How much will it cost the EU to create such a platform?
According to the estimates of the European Commission, the EU will have to spend between 33.8 and 41.2 million euros for the creation of this platform. After its establishment, the operating and maintenance costs will amount to an annual cost of between EUR 10.5 million and EUR 12.8 million, including ten staff for eu-LISA.
This means that, on average, Member States will have to invest between 2.5 and 3 million euros for the creation of the platform, then between 270,000 and 330,000 euros for its annual maintenance.
The Commission stresses, however, that the costs of running the platform will largely depend on the number of visa applications a Member State receives each year.
When will the platform become fully operational?
The Commission plans to start development of the platform in two years, in 2024, and to make it fully operational by 2026. However, Member States will have five years to switch from current visa processing methods. to digital.
This means that by 2031, it is expected that all Schengen visa applications will be submitted and processed digitally, regardless of the visa applicant’s Schengen area destination.
What about visa-free countries?
Travelers from more than 60 countries in the world under the Schengen visa-free regime will not be affected by this platform in any way.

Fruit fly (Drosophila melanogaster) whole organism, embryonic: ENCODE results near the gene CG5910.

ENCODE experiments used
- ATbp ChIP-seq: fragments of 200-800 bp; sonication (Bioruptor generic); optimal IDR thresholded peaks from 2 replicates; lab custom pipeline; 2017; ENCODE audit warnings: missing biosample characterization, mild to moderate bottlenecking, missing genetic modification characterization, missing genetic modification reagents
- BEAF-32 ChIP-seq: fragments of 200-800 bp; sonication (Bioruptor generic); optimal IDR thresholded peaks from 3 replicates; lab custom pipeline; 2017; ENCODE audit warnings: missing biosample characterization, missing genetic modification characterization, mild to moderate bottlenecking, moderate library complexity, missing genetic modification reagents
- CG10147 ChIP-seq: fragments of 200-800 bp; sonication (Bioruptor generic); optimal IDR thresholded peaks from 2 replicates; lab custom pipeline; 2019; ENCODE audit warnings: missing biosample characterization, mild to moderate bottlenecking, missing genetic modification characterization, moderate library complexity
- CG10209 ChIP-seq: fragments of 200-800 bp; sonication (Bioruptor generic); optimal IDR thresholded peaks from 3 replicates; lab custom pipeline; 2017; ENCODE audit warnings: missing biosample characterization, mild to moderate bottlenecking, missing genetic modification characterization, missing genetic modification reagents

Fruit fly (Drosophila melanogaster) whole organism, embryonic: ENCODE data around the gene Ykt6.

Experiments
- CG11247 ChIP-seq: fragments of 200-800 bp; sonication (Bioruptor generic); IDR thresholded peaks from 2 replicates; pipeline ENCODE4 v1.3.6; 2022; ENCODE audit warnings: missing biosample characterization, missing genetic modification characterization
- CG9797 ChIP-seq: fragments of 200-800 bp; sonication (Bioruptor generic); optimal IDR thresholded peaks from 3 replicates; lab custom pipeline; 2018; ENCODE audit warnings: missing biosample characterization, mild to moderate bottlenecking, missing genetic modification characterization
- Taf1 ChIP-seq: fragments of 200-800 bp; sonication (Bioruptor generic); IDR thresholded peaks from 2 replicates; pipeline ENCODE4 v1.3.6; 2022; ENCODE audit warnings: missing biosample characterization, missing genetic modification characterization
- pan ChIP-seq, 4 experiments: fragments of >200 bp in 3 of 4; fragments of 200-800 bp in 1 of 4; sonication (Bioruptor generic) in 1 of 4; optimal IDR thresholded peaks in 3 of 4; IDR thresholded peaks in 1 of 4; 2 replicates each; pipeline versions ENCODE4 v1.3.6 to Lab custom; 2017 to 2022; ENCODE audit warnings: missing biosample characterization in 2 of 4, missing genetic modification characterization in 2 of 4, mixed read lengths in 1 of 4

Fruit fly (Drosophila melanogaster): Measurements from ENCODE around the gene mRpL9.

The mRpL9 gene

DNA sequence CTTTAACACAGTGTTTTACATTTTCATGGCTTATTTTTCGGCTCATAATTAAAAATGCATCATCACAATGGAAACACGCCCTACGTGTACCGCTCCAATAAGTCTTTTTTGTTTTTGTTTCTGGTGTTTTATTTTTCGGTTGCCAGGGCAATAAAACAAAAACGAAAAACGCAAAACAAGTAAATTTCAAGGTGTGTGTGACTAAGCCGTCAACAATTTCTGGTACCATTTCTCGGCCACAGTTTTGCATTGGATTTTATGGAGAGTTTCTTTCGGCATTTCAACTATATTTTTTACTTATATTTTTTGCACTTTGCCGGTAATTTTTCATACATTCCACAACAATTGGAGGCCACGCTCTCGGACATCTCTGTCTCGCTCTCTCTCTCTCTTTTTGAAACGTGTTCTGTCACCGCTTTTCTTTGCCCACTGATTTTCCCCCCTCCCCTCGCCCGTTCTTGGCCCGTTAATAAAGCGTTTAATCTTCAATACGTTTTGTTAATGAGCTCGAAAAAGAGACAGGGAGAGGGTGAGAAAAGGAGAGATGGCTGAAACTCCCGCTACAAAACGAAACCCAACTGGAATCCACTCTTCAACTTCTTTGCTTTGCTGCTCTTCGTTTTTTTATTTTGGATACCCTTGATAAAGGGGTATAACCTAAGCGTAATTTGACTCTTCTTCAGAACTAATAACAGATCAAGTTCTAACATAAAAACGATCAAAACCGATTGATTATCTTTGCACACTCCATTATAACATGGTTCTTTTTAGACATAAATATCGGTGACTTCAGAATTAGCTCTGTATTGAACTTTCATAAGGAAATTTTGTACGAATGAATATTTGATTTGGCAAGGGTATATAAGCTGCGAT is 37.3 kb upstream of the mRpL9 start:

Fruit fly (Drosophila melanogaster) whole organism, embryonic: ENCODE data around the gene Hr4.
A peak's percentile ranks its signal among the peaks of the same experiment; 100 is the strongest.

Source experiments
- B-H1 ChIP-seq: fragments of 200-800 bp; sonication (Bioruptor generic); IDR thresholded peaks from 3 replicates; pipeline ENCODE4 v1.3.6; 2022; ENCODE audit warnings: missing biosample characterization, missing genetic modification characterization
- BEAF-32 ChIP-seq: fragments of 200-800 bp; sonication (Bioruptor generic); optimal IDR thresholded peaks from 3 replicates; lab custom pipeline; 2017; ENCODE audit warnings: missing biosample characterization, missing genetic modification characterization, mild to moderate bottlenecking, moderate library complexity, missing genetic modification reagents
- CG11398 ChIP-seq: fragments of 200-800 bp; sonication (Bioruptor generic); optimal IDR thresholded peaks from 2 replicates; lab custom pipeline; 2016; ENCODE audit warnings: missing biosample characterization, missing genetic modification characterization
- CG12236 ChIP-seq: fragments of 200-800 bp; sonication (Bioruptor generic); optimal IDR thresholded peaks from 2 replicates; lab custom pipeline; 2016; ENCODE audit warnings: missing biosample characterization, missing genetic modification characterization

However, from next year, these travelers will have to apply online for a European Travel Information and Authorization System (ETIAS), which is expected to be launched by the end of this year.
The ETIAS will be a document for which travelers will have to apply entirely online and will only cost €7 per person. It will be valid for a period of three years initially or until the travel document expires, whichever comes first. Travelers will need to carry the confirmation they receive in their email when applying and present it to border officials each time they travel to the Schengen area.
The program was created for the bloc’s purpose of tracking visitors from visa-free countries and thereby enhancing security in Europe for European citizens and travelers. The EU expects ETIAS to contribute to reducing security problems on its territory, illegal migration and terrorist threats.
>> 1.4 billion people obliged to apply for an ETIAS when traveling in the EU by the end of 2022